Owning a small business is a dream come true for many people. If you are one of those people, you have a number of important decisions to make before your dream of owning a business can be realized. One of the most important of those decisions is which type of legal entity to choose for your business. There are three primary legal entities – sole proprietorship, partnership, and corporation – from which you may choose; however, there are also a number of hybrids as well. One of the more popular hybrids people choose for the legal structure of their company is a Limited Liability Company, or LLC.
An LLC is a type of hybrid business entity that combines the pass-through taxations of a sole proprietorship or partnership with the protection from liability offered by a corporation. Although an LLC is not a corporation, is does require the completion of legal documents to form. Because the laws that govern LLCs are state-specific, the requirements for formation of an LLC may differ slightly from one state to the next. The same is true for the laws that govern LLCs – they can differ by state. While an LLC shares the protection from liability with corporations, an LLC is much less formal. Whereas a corporation has very specific requirements with regard to what documents must be prepared and filed each year in order to keep the corporation going, an LLC does not. The flexibility of an LLC makes it very popular with single owner businesses or with partnerships that do not have any immediate plans to expand.
Forming an LLC in Illinois
Forming an LLC is easier then forming a corporation but more difficult than forming a sole proprietorship. The first thing you will need to do is to choose a name for your business. If you are forming an LLC, the end of the business name must have the words “limited liability company” “L.L.C.,” or “LLC.” You will also need to check with the Illinois Secretary of State Business Services to make sure the name you choose is not already in use. Next, you must create and file “Articles of Organization” with the Illinois Secretary of State. The Articles of Organization will include the names of the business and an address along with the name of the Registered Agent and a statement of the purpose of the business. It must also include a statement regarding the LLC’s duration (perpetual or for a specified period), whether the LLC will be manager-managed or member-managed, and additional information about the members and managers of the company. An LLC is not required to create an Operating Agreement; however, it is a good idea to create and use one. Finally, there are a number of other basic business considerations you will need to address, such as obtaining an Employer Identification Number (EIN) from the Internal Revenue Service and obtaining a business license.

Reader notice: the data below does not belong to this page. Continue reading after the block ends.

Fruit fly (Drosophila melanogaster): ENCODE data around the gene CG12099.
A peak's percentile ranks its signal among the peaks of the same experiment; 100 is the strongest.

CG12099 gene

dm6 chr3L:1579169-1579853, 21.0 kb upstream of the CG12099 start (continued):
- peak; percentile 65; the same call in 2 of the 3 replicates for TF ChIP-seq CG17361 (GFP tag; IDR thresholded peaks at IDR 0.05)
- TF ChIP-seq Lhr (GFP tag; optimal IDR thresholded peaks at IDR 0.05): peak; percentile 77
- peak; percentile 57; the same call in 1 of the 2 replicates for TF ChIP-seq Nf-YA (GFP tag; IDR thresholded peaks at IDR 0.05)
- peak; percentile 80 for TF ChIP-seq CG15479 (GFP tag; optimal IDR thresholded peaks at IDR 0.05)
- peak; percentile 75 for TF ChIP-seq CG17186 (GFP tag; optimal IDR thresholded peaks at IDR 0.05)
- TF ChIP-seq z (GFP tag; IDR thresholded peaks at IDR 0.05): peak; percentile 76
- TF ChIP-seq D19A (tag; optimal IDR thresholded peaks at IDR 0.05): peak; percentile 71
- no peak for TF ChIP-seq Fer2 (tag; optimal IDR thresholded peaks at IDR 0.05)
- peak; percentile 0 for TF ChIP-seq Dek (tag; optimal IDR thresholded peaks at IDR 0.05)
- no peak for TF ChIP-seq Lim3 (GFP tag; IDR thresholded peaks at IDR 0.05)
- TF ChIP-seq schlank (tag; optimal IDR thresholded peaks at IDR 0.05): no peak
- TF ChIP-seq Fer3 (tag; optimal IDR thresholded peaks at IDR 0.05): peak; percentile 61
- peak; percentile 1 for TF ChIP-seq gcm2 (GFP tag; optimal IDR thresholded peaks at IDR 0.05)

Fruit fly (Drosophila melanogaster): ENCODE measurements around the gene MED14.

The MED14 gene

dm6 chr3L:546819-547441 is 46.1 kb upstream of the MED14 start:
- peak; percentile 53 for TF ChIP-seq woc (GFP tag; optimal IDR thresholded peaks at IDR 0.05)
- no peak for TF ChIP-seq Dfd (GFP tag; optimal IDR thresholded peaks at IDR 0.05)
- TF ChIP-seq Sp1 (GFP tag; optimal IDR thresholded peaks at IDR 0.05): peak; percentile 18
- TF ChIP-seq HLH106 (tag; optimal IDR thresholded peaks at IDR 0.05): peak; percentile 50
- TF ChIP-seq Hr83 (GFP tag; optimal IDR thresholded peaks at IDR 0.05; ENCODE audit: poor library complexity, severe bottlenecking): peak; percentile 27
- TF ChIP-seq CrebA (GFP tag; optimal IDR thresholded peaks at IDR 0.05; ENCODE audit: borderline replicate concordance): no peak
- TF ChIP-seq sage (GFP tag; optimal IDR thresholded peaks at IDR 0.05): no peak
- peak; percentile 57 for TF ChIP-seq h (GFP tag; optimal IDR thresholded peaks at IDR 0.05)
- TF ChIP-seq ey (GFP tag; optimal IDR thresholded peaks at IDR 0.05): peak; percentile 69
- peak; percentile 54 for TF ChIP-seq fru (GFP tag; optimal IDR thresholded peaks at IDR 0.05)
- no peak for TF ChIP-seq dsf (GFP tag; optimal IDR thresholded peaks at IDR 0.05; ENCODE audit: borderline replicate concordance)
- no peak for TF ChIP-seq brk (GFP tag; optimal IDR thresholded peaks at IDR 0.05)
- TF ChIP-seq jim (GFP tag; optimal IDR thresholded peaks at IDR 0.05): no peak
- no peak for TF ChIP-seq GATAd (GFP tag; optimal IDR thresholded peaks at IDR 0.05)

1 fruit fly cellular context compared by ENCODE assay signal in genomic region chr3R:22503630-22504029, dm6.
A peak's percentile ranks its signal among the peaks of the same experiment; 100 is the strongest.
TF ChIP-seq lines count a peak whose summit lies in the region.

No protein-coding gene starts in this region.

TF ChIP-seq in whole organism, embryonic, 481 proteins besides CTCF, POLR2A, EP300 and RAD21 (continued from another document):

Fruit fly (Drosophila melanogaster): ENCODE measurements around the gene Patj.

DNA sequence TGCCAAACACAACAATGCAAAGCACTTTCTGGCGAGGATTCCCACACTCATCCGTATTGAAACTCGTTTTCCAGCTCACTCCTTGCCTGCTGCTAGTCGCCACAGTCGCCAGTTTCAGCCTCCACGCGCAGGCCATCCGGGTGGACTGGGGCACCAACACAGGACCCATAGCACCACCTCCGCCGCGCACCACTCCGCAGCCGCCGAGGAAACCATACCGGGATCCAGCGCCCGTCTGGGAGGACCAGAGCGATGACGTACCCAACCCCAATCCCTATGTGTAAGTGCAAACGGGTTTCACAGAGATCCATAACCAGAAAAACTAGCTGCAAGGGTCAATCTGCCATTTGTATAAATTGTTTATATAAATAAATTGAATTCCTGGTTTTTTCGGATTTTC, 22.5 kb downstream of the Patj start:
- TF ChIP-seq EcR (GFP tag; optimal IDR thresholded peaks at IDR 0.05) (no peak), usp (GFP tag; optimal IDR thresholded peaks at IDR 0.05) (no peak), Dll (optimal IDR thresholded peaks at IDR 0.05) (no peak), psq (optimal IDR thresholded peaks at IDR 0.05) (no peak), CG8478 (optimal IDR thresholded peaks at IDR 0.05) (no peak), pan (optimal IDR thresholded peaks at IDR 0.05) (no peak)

Consulting with an Attorney
One of the best things you can do for the success of your future business is to consult with an experienced business attorney early on during the planning stage. A seemingly small mistake during the formation of your LLC can end up costing you a considerable amount of time and money down the road. By working with an attorney from the beginning you will dramatically decrease the odds of making even a small mistake.
If you have additional questions or concerns regarding the formation of a Limited Liability Company (LLC) or starting up a small business in general, contact the experienced Illinois business planning attorneys at Hedeker Law, Ltd. by calling (847) 913-5415 to schedule an appointment.
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